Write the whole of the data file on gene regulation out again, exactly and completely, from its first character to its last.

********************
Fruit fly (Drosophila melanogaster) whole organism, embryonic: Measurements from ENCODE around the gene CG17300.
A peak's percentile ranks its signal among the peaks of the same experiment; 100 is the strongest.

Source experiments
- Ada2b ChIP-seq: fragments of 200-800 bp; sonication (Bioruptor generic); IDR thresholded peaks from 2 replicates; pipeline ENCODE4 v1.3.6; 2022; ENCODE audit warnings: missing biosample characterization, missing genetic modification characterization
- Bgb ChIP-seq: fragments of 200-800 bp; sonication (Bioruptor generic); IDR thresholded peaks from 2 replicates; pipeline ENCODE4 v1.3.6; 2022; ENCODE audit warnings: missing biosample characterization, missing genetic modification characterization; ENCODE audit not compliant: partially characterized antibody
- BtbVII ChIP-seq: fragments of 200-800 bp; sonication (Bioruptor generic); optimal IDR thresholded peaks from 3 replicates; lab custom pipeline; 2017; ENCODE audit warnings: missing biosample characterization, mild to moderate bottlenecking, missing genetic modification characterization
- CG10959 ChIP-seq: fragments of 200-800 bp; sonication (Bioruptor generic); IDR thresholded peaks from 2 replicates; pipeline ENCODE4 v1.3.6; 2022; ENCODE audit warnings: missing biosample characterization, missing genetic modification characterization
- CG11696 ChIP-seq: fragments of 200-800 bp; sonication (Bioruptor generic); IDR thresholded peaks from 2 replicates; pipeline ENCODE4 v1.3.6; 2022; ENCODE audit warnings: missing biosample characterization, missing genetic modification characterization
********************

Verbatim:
Fruit fly (Drosophila melanogaster) whole organism, embryonic: Measurements from ENCODE around the gene CG17300.
A peak's percentile ranks its signal among the peaks of the same experiment; 100 is the strongest.

Source experiments
- Ada2b ChIP-seq: fragments of 200-800 bp; sonication (Bioruptor generic); IDR thresholded peaks from 2 replicates; pipeline ENCODE4 v1.3.6; 2022; ENCODE audit warnings: missing biosample characterization, missing genetic modification characterization
- Bgb ChIP-seq: fragments of 200-800 bp; sonication (Bioruptor generic); IDR thresholded peaks from 2 replicates; pipeline ENCODE4 v1.3.6; 2022; ENCODE audit warnings: missing biosample characterization, missing genetic modification characterization; ENCODE audit not compliant: partially characterized antibody
- BtbVII ChIP-seq: fragments of 200-800 bp; sonication (Bioruptor generic); optimal IDR thresholded peaks from 3 replicates; lab custom pipeline; 2017; ENCODE audit warnings: missing biosample characterization, mild to moderate bottlenecking, missing genetic modification characterization
- CG10959 ChIP-seq: fragments of 200-800 bp; sonication (Bioruptor generic); IDR thresholded peaks from 2 replicates; pipeline ENCODE4 v1.3.6; 2022; ENCODE audit warnings: missing biosample characterization, missing genetic modification characterization
- CG11696 ChIP-seq: fragments of 200-800 bp; sonication (Bioruptor generic); IDR thresholded peaks from 2 replicates; pipeline ENCODE4 v1.3.6; 2022; ENCODE audit warnings: missing biosample characterization, missing genetic modification characterization